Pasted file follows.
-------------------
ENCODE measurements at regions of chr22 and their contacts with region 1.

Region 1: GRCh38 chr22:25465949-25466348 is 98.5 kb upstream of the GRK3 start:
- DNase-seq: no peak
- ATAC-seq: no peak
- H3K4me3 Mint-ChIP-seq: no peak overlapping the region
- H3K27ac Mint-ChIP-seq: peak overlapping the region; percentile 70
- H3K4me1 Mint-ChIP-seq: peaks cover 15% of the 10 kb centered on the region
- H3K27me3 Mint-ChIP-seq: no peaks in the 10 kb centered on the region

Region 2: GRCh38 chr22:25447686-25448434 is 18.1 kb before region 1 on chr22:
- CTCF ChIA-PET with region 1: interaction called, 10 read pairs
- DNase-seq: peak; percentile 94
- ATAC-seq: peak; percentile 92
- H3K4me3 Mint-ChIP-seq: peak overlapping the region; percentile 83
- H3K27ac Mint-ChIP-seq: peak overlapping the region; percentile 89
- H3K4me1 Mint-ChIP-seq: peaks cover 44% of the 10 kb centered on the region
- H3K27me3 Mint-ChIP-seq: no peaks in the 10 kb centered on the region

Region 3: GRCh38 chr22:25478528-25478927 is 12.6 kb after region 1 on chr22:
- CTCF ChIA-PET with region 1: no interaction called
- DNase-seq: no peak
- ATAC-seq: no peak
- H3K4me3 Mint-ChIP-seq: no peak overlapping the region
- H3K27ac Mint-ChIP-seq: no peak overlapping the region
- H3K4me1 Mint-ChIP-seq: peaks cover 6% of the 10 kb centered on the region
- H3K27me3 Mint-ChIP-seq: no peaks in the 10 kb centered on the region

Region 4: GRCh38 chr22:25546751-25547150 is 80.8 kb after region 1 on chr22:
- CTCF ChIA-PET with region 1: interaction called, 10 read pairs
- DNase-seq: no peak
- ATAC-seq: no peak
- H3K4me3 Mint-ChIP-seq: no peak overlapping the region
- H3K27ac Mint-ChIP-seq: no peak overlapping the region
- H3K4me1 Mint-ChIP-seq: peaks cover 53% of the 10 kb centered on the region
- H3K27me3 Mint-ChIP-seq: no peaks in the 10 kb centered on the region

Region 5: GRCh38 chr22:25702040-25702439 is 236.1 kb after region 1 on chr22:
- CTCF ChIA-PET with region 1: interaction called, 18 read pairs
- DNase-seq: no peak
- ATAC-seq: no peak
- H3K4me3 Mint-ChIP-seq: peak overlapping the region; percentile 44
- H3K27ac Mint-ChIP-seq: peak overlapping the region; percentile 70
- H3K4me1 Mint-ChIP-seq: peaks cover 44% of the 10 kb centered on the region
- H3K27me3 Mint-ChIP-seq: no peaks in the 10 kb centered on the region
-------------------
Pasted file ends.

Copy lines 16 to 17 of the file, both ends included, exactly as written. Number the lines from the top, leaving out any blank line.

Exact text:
- H3K27me3 Mint-ChIP-seq: no peaks in the 10 kb centered on the region

Region 3: GRCh38 chr22:25478528-25478927 is 12.6 kb after region 1 on chr22: